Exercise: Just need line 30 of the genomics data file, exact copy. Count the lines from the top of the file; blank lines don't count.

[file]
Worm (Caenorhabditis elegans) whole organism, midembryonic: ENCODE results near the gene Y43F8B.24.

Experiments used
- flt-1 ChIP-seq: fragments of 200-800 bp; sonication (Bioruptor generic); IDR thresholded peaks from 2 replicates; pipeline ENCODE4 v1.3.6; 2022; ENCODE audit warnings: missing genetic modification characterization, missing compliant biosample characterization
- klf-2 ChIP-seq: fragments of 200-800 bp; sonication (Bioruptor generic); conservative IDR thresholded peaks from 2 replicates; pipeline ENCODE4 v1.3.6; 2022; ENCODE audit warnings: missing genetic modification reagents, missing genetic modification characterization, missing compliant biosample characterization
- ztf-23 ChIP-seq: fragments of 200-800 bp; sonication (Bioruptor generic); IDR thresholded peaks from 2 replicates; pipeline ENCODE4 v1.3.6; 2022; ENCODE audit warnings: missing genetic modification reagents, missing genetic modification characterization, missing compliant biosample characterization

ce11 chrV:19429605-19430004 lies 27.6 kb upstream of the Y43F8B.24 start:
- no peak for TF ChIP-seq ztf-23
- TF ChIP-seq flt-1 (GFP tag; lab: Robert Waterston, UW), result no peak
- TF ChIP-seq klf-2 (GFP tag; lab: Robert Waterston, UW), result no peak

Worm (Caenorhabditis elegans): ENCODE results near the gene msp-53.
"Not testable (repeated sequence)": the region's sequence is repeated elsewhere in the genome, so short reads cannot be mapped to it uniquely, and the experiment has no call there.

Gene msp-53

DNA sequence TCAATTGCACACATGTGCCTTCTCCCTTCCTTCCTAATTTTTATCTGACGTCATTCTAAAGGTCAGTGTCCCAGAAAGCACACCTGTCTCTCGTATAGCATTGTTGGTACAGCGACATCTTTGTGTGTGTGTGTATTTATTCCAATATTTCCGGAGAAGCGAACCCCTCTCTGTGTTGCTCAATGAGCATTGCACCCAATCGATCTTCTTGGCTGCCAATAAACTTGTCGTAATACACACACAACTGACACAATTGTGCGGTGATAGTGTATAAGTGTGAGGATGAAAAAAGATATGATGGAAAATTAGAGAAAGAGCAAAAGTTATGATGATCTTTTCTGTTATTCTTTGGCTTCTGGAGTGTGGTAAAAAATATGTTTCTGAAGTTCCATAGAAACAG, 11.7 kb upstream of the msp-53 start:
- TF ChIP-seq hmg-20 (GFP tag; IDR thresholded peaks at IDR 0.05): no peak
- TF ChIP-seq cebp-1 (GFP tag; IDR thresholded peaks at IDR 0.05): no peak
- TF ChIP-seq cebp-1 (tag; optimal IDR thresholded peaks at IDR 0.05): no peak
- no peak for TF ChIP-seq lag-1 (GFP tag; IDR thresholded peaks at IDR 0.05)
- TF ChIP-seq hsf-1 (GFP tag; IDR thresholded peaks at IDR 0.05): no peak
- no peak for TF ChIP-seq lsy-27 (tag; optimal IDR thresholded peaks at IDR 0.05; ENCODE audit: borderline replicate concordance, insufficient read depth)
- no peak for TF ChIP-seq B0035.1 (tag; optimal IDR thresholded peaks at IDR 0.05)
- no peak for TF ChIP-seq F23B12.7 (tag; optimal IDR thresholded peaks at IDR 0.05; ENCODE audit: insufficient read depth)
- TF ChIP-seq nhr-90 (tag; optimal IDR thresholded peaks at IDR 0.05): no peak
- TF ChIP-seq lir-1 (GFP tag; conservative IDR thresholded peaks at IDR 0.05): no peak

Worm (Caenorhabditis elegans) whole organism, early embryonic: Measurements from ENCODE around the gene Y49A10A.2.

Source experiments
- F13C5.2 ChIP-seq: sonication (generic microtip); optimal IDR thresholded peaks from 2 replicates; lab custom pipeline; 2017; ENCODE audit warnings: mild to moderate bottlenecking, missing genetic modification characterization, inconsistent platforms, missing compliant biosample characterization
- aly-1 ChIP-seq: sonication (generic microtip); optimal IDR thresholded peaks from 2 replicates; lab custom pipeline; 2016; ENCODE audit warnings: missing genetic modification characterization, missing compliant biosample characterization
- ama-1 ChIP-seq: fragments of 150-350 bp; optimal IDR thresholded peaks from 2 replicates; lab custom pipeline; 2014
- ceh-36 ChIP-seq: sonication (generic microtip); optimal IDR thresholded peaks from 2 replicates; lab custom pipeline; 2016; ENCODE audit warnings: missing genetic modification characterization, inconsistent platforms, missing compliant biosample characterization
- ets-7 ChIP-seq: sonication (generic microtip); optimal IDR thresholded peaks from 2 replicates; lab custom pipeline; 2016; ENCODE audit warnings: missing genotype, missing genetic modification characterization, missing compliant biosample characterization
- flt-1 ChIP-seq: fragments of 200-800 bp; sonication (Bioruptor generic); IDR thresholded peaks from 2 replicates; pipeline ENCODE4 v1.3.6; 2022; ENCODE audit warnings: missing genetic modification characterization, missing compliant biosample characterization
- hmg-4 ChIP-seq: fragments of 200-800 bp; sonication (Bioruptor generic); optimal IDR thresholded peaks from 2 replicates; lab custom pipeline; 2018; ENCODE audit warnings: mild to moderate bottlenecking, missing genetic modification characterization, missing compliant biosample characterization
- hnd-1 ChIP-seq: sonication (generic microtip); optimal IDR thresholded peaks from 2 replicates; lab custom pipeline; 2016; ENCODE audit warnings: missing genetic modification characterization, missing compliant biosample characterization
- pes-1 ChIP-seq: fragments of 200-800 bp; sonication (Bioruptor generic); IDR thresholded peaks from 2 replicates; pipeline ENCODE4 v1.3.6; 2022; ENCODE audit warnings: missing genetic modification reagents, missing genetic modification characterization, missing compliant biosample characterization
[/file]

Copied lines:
- ets-7 ChIP-seq: sonication (generic microtip); optimal IDR thresholded peaks from 2 replicates; lab custom pipeline; 2016; ENCODE audit warnings: missing genotype, missing genetic modification characterization, missing compliant biosample characterization